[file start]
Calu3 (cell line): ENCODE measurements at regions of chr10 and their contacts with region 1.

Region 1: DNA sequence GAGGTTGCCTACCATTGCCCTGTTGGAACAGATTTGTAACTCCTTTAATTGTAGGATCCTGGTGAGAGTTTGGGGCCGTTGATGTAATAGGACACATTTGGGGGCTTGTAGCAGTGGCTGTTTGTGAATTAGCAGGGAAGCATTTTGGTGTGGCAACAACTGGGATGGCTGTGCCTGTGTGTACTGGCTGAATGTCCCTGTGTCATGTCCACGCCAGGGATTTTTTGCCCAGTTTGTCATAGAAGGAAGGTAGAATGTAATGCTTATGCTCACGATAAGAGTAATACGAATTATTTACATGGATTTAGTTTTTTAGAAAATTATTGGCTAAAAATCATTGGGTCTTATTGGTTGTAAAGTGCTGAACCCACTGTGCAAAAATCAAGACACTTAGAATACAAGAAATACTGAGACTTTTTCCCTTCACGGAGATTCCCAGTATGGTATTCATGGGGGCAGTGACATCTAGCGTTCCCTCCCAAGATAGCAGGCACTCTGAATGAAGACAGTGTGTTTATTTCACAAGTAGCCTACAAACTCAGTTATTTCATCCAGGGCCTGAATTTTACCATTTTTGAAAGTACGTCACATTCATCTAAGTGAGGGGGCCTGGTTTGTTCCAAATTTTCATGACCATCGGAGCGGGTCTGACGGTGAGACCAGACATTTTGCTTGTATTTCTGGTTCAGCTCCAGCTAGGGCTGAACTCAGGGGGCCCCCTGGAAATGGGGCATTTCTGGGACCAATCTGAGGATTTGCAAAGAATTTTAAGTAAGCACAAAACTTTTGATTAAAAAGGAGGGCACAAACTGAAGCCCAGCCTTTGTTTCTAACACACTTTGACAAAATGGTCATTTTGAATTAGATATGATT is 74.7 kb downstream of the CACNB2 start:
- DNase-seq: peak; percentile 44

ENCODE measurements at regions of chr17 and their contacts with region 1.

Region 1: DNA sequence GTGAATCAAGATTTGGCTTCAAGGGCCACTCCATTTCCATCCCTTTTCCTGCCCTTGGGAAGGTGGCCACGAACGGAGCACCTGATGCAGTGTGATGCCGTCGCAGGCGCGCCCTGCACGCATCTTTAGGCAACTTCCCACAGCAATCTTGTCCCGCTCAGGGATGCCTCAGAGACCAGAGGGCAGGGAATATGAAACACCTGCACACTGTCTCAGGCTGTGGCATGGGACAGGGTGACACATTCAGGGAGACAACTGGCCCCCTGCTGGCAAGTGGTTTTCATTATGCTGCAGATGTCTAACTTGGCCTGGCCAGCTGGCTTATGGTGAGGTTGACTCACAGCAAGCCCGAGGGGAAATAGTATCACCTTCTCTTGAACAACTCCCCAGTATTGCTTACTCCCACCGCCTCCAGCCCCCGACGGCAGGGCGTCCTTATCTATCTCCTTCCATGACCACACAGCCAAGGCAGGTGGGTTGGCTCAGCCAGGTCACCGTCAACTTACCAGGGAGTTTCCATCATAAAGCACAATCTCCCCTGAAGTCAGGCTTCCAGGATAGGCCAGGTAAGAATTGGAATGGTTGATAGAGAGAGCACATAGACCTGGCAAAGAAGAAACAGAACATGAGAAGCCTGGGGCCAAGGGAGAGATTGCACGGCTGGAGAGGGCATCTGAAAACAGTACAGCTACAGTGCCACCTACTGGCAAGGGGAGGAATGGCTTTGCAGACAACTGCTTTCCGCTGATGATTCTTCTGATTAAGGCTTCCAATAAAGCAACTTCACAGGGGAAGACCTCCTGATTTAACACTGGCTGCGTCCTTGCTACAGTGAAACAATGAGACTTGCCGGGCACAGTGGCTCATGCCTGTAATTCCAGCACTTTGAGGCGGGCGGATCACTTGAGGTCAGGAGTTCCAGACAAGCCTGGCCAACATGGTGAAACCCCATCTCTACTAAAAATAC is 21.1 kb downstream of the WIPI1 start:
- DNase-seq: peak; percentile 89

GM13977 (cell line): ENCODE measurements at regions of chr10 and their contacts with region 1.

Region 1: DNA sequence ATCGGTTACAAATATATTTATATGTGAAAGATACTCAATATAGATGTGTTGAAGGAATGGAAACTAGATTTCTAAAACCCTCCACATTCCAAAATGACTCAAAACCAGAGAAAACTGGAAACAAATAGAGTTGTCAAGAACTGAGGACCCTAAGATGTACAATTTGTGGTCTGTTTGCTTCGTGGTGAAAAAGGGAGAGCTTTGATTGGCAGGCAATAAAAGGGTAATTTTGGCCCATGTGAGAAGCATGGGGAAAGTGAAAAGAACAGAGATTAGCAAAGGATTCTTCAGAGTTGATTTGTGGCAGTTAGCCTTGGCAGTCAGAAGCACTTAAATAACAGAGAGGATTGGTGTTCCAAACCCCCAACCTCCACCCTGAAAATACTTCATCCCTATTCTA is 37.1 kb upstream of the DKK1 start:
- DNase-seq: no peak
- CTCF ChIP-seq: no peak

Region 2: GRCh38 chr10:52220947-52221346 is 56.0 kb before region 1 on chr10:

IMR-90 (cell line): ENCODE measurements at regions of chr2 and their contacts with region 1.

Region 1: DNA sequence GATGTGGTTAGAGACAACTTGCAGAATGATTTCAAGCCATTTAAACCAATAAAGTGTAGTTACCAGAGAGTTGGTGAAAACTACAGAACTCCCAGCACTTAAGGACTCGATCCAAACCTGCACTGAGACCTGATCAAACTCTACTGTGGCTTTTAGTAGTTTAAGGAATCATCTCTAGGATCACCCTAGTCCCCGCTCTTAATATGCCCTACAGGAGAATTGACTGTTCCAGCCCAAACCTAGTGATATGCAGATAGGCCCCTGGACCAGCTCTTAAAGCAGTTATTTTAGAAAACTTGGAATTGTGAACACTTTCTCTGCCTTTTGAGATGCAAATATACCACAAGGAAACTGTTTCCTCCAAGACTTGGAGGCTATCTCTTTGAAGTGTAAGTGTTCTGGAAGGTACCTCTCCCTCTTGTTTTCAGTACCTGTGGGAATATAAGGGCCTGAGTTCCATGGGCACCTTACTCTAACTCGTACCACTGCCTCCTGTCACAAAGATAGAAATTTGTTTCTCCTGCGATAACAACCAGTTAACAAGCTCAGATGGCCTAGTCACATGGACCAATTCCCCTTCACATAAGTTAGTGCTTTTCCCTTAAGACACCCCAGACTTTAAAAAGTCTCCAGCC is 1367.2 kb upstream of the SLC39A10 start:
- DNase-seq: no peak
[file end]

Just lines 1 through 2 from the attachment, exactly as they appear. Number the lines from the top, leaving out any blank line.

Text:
Calu3 (cell line): ENCODE measurements at regions of chr10 and their contacts with region 1.

Region 1: DNA sequence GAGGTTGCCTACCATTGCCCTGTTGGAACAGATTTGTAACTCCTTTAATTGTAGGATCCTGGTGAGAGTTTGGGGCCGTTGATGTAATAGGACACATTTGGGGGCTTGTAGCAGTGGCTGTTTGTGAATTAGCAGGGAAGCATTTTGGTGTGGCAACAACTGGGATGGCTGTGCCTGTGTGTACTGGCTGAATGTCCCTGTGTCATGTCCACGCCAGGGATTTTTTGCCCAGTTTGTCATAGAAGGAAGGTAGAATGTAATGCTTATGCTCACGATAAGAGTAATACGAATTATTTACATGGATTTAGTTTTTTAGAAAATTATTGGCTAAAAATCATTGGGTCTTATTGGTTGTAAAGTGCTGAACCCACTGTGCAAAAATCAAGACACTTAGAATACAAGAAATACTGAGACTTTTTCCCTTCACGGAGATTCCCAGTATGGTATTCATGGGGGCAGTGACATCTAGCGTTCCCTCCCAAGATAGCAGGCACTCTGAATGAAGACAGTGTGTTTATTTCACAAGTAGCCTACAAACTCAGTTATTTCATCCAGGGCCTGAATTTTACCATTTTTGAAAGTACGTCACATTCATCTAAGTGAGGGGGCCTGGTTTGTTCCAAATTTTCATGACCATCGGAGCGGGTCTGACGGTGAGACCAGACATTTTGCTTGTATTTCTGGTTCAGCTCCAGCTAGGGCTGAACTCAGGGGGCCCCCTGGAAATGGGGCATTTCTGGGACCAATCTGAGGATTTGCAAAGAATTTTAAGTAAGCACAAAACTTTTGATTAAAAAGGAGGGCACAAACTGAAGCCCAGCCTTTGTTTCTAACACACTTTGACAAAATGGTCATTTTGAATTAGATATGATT is 74.7 kb downstream of the CACNB2 start: